Don't believe all the TVBS hype

By Cao Changqing (曹長青)《Taipei Times》Nov 12,

On the plane coming to Taiwan I saw a US report broadcast during a TVBS news slot about the TVBS controversy currently raging in Taiwan. The report was saying that the government was interfering with the press, and that the case was being presented in US universities as an example of how things should not be done. The report also quoted a professor of media studies at the University of California as saying that the government had no business in interfering with freedom of the press.

Anyone who had no idea about the brouhaha over TVBS may well have sympathized with the station after having seen this report, and seen the government in a bad light for trying to exert control over it.

The truth is, however, that the report was no more than a classic example of spin that should itself have been presented as an example of poor conduct.

It's a legal issue concerning the financing and structure of a particular company and whether or not they comply with Taiwanese law. Nevertheless, over the last few days we have seen the station's management"swearing to protect the freedom of the press" to distract attention from the fact that this is really just about the law.

The station is using its own news reports to twist facts, to manipulate the truth, and try to get Americans who don't really understand the full facts to take up their case. In addition to winning the sympathy of the US public, it is also confusing the Taiwanese audience.
There has been no shortage of conflicts between the US government and its media in the past, of which the recent CIA leak case involving Vice President Dick Cheney's office and the New York Times is the most recent. In this case, New York Times reporter Judith Miller refused to disclose her sources, and spent over 80 days in jail for her trouble.

But through all of this, the media said nothing of the US government attempting to curb freedom of the press -- ? the issue was left to the courts to decide. In a democratic country in which the courts are independent, everyone -- irrespective of whether they belong to the government or the press -- should follow decisions made in the courts.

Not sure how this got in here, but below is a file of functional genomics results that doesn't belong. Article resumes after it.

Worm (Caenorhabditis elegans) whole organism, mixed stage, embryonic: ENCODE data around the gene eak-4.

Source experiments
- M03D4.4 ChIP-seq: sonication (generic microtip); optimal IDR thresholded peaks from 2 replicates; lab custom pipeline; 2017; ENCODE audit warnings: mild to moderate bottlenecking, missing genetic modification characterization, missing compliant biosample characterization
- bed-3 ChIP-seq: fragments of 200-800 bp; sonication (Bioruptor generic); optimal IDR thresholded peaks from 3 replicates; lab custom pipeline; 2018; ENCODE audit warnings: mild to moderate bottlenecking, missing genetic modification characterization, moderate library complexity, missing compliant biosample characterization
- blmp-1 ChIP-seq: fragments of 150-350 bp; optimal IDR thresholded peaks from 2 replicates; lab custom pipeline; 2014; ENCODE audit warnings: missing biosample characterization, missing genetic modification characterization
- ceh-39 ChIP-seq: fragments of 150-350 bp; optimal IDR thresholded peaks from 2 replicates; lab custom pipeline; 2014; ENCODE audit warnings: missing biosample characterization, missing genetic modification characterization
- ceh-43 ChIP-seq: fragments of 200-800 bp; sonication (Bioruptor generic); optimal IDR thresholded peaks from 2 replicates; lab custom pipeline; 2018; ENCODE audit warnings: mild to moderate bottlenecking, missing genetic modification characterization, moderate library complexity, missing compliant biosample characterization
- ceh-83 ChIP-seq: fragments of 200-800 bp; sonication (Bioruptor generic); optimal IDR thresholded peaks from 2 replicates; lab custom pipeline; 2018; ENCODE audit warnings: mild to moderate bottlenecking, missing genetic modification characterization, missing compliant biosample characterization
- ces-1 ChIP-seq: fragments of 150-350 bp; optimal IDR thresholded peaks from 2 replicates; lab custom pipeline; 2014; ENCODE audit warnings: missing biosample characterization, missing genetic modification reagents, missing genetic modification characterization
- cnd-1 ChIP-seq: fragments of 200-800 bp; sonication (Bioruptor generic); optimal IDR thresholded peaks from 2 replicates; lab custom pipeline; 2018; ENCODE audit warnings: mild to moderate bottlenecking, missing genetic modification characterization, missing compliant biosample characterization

This is not the kind of issue that can be solved by stirring things up, making oaths, or taking to the streets with public stunts such as going on hunger strikes.

TVBS management has even accepted the fact that the company is completely financed by investment from Hong Kong, which is effectively admitting that it's flouting the law, because foreign investment in Taiwanese broadcasting companies cannot exceed 50 percent. This is 100 percent illegal, and serious implications would arise should the government choose not to act.

This is even more the case in view of the fact that TVBS' primary investor, Run-run Shaw (邵逸夫), chairman of Hong Kong's Television Broadcasts Ltd (TVB), is so cosy with the leadership of the Chinese Communist Party (CCP) that he was able to rub shoulders with them watching the military parades at Tiananmen Square during the 50th anniversary of the CCP's assumption of power.

Also, TVBS chairman Norman Leung (梁乃鵬) is the former chairman of the Hong Kong government's Broadcasting Authority, appointed by Beijing's lackey, former Hong Kong chief executive Tung Chee-hwa (董建華). Hong Kong lost its freedom some time ago now, and the intervening period has seen the vast majority of businessmen kowtowing to the dictators in Beijing.

This being the case, doesn't saying the company is completely financed by Hong Kong investors imply that it is financed by Chinese investors? Or even by the CCP itself? And to what extent?

Given Beijing's track record in its attempts to secure reunification with Taiwan, and with the kowtowing of Hong Kong businessmen to the CCP, there is every reason to suspect the possibility that money from the Chinese and the communists is finding its way to the Taiwanese press through the intermediary of Hong Kong businessmen.

China has historically been very aware of the importance of controlling the media, and it is very possible that all they need do is give people like Shaw the green light for their investments in China, putting them in a very enviable situation. And these entrepreneurs will return the favor by helping Beijing out on one of their most sensitive issues: the Taiwan question.

Now, with this kind of investment background, how can TVBS possibly deliver fair, objective reports on things like the cross-strait issue and the Taiwanese government?

Cao Changqing is a writer based in New York.


Published on TaipeiTimes
Saturday, Nov 12, 2005,Page 8

2005-11-12 (轉載請指明出處)

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